The OECD and Brazil today launched a joint project to examine the similarities and gaps between the Brazilian and OECD approaches to valuing cross-border transactions between associated firms for tax purposes. The project will also assess the potential for Brazil to move closer to the OECD’s transfer pricing rules, which are a critical benchmark for OECD member countries and followed by countries around the world.
As part of continuing efforts to boost transparency by multinational enterprises (MNEs), Brazil, Guernsey, Jersey, the Isle of Man and Latvia signed today the Multilateral Competent Authority Agreement (MCAA) for the automatic exchange of Country-by-Country reports, bringing the total number of signatories to 49.
Current carbon prices are falling short of the levels needed to reduce greenhouse gas emissions driving climate change, but even moderate price increases could have a significant impact, according to new OECD research.
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This country note provides an environmental tax and carbon pricing profile for Brazil. It shows environmentally related tax revenues, taxes on energy use and effective carbon rates.
This database provides information on environmentally related taxes, fees and charges, tradable permit systems, deposit refund systems, environmentally motivated subsidies and voluntary approaches used in environmental policy in OECD member countries and a number of other countries. Developed in co-operation between the OECD and the European Environment Agency.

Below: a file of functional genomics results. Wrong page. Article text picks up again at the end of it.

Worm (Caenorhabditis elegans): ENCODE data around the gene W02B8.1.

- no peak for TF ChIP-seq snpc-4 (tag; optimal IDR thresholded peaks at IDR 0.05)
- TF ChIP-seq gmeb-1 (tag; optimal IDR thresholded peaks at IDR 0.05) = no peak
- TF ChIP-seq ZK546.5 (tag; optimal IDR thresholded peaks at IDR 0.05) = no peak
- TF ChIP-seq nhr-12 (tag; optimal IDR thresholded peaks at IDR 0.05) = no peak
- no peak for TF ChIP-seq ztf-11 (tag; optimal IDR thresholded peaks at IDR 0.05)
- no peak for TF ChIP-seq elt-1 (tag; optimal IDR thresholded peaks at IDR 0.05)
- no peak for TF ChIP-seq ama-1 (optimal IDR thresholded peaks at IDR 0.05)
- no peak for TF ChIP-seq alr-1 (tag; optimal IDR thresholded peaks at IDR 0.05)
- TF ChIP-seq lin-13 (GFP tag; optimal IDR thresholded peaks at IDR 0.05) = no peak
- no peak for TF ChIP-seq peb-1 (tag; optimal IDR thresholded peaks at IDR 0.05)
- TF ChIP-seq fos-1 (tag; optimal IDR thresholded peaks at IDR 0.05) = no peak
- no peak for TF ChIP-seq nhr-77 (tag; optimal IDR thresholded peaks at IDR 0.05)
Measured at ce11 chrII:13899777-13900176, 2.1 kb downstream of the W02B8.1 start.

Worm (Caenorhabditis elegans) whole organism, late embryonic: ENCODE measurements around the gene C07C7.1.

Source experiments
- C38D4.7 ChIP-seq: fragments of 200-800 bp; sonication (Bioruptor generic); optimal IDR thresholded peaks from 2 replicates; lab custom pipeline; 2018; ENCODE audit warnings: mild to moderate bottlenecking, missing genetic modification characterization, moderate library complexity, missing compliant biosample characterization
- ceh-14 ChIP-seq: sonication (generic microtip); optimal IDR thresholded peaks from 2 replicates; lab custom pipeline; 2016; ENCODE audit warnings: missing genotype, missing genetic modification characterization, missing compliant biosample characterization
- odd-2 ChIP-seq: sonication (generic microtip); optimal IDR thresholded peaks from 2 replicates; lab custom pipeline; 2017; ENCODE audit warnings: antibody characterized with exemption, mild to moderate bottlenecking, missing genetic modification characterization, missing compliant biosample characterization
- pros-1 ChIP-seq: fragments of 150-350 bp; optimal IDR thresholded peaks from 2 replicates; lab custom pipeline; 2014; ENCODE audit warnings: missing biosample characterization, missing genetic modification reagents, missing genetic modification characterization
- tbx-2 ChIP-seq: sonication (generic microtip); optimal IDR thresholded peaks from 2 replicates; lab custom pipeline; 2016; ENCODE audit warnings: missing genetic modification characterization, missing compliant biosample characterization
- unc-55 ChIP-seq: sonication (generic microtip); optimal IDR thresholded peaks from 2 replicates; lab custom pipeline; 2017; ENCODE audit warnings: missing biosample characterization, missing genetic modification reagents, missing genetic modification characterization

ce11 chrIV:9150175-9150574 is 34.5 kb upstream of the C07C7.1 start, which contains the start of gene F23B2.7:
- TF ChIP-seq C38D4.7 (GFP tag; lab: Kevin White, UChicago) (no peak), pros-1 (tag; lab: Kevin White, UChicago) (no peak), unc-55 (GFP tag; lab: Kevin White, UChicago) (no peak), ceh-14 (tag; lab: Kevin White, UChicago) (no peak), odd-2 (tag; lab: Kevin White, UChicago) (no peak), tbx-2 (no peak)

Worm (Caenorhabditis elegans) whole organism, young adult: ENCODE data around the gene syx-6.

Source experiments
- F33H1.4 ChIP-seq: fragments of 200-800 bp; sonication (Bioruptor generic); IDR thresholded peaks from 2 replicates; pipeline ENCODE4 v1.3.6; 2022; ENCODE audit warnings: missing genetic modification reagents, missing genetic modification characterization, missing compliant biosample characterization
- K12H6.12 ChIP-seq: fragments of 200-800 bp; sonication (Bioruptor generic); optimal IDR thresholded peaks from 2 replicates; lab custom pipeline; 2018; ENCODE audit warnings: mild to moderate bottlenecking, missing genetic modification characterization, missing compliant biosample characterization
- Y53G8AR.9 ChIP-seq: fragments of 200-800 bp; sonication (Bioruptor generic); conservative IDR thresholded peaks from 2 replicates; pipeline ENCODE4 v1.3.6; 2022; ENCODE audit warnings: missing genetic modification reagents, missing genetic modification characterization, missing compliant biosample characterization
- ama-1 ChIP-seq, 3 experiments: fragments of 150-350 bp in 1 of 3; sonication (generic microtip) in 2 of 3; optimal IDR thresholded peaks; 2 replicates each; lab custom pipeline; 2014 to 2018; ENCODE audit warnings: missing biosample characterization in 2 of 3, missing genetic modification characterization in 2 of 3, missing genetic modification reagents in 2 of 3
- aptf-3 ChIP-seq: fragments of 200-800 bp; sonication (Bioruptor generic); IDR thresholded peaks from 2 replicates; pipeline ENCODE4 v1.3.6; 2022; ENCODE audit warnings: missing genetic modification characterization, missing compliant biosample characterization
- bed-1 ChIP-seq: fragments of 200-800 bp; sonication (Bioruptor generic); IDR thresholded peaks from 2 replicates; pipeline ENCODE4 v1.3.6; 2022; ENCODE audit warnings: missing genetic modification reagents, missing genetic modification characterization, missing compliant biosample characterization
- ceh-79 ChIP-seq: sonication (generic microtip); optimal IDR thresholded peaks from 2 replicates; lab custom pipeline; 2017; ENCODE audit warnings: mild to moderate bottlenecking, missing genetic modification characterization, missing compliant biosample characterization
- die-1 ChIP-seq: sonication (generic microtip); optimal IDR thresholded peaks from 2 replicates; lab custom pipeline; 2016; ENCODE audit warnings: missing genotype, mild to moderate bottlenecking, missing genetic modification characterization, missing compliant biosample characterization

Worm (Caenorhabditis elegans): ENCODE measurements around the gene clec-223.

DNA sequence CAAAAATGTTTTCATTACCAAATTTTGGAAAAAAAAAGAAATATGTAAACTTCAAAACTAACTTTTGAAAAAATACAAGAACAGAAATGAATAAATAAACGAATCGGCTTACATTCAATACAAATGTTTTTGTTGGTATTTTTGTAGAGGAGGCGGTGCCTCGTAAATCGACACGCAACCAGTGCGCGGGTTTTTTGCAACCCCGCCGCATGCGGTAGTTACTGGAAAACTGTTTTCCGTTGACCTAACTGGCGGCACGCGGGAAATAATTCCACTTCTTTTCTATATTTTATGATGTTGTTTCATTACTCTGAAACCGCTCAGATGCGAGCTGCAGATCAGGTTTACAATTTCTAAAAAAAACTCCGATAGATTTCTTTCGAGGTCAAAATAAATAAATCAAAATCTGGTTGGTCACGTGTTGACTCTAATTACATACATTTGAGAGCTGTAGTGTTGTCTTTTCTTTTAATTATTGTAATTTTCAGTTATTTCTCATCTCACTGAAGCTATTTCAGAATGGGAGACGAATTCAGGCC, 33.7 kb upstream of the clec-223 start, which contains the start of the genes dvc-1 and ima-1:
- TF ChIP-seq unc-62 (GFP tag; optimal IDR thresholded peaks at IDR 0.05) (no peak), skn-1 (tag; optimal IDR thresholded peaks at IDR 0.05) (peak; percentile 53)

Taxes on wages have risen by about 1 percentage point for the average worker in OECD countries between 2010 and 2014 even though the majority of governments did not increase statutory income tax rates, according to a new OECD report.
Tax revenues in Latin American countries continue to rise but are lower as a proportion of their national incomes than in most OECD countries. Revenue Statistics in Latin America 2012 shows that Argentina and Brazil have the highest tax revenue to GDP ratio, while Guatemala and Dominican Republic stand at the lower end.
The Global Forum on Transparency and Exchange of Information for Tax Purposes has released peer review reports assessing the tax systems of 13 jurisdictions for information exchange.
Tax revenues in Latin American countries are lower as a proportion of their national incomes than in most OECD countries, but are rising slowly. Revenue Statistics in Latin America shows that the average tax revenue to GDP ratio in the 15 Latin American countries covered by the report increased from 19% in 2009 to 19.4% in 2010, after falling from a high point of 19.7% in 2008.
As a result of details provided to the Global Forum on Transparency and Exchange of Information for Tax Purposes, Brazil and Indonesia are now ranked in the category of jurisdictions that have substantially implemented the internationally agreed tax standard.